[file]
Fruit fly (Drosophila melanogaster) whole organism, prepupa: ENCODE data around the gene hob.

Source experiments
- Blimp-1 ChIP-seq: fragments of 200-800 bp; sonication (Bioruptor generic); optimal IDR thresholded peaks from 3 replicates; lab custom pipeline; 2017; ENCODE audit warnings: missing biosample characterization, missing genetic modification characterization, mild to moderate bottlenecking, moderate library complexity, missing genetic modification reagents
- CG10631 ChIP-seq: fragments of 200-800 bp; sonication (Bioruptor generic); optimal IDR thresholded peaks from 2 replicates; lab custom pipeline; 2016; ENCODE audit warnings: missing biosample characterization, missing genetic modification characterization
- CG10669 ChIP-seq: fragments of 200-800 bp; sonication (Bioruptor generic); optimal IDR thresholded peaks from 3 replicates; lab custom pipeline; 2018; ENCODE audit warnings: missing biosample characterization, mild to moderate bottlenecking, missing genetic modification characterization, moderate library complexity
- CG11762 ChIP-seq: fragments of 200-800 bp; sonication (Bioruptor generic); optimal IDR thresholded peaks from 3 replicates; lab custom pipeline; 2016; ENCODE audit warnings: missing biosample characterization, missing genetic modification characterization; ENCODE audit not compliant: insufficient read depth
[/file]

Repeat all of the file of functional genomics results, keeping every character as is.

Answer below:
Fruit fly (Drosophila melanogaster) whole organism, prepupa: ENCODE data around the gene hob.

Source experiments
- Blimp-1 ChIP-seq: fragments of 200-800 bp; sonication (Bioruptor generic); optimal IDR thresholded peaks from 3 replicates; lab custom pipeline; 2017; ENCODE audit warnings: missing biosample characterization, missing genetic modification characterization, mild to moderate bottlenecking, moderate library complexity, missing genetic modification reagents
- CG10631 ChIP-seq: fragments of 200-800 bp; sonication (Bioruptor generic); optimal IDR thresholded peaks from 2 replicates; lab custom pipeline; 2016; ENCODE audit warnings: missing biosample characterization, missing genetic modification characterization
- CG10669 ChIP-seq: fragments of 200-800 bp; sonication (Bioruptor generic); optimal IDR thresholded peaks from 3 replicates; lab custom pipeline; 2018; ENCODE audit warnings: missing biosample characterization, mild to moderate bottlenecking, missing genetic modification characterization, moderate library complexity
- CG11762 ChIP-seq: fragments of 200-800 bp; sonication (Bioruptor generic); optimal IDR thresholded peaks from 3 replicates; lab custom pipeline; 2016; ENCODE audit warnings: missing biosample characterization, missing genetic modification characterization; ENCODE audit not compliant: insufficient read depth